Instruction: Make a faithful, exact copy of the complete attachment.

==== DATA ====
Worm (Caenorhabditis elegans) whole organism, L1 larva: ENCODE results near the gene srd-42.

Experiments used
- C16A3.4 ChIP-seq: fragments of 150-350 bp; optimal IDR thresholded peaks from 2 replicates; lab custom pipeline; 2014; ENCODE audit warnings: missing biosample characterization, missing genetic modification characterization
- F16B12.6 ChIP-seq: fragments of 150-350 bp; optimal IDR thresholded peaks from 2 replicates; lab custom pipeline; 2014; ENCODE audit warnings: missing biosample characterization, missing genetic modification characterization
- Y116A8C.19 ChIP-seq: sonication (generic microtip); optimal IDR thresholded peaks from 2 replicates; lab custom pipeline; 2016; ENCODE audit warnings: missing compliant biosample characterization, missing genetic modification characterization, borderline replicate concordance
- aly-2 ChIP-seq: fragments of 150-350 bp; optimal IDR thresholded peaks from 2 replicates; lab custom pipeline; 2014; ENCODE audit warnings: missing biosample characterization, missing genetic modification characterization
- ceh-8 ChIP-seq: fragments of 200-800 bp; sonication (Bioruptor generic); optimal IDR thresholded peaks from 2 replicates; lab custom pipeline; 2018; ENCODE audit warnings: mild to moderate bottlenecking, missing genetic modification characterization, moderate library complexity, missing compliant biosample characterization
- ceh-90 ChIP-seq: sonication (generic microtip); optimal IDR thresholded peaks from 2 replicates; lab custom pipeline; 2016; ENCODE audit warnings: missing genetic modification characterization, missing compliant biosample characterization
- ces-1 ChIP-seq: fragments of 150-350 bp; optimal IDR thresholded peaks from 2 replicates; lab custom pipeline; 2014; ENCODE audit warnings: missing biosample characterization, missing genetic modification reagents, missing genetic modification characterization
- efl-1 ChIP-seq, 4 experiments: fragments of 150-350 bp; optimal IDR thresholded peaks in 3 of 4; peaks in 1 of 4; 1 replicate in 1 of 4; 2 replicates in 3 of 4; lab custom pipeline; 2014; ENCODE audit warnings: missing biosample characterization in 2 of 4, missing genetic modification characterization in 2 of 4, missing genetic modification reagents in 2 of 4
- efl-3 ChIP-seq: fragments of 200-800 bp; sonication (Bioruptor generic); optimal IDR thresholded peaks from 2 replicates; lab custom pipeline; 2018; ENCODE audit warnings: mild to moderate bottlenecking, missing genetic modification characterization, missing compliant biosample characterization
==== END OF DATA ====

Worm (Caenorhabditis elegans) whole organism, L1 larva: ENCODE results near the gene srd-42.

Experiments used
- C16A3.4 ChIP-seq: fragments of 150-350 bp; optimal IDR thresholded peaks from 2 replicates; lab custom pipeline; 2014; ENCODE audit warnings: missing biosample characterization, missing genetic modification characterization
- F16B12.6 ChIP-seq: fragments of 150-350 bp; optimal IDR thresholded peaks from 2 replicates; lab custom pipeline; 2014; ENCODE audit warnings: missing biosample characterization, missing genetic modification characterization
- Y116A8C.19 ChIP-seq: sonication (generic microtip); optimal IDR thresholded peaks from 2 replicates; lab custom pipeline; 2016; ENCODE audit warnings: missing compliant biosample characterization, missing genetic modification characterization, borderline replicate concordance
- aly-2 ChIP-seq: fragments of 150-350 bp; optimal IDR thresholded peaks from 2 replicates; lab custom pipeline; 2014; ENCODE audit warnings: missing biosample characterization, missing genetic modification characterization
- ceh-8 ChIP-seq: fragments of 200-800 bp; sonication (Bioruptor generic); optimal IDR thresholded peaks from 2 replicates; lab custom pipeline; 2018; ENCODE audit warnings: mild to moderate bottlenecking, missing genetic modification characterization, moderate library complexity, missing compliant biosample characterization
- ceh-90 ChIP-seq: sonication (generic microtip); optimal IDR thresholded peaks from 2 replicates; lab custom pipeline; 2016; ENCODE audit warnings: missing genetic modification characterization, missing compliant biosample characterization
- ces-1 ChIP-seq: fragments of 150-350 bp; optimal IDR thresholded peaks from 2 replicates; lab custom pipeline; 2014; ENCODE audit warnings: missing biosample characterization, missing genetic modification reagents, missing genetic modification characterization
- efl-1 ChIP-seq, 4 experiments: fragments of 150-350 bp; optimal IDR thresholded peaks in 3 of 4; peaks in 1 of 4; 1 replicate in 1 of 4; 2 replicates in 3 of 4; lab custom pipeline; 2014; ENCODE audit warnings: missing biosample characterization in 2 of 4, missing genetic modification characterization in 2 of 4, missing genetic modification reagents in 2 of 4
- efl-3 ChIP-seq: fragments of 200-800 bp; sonication (Bioruptor generic); optimal IDR thresholded peaks from 2 replicates; lab custom pipeline; 2018; ENCODE audit warnings: mild to moderate bottlenecking, missing genetic modification characterization, missing compliant biosample characterization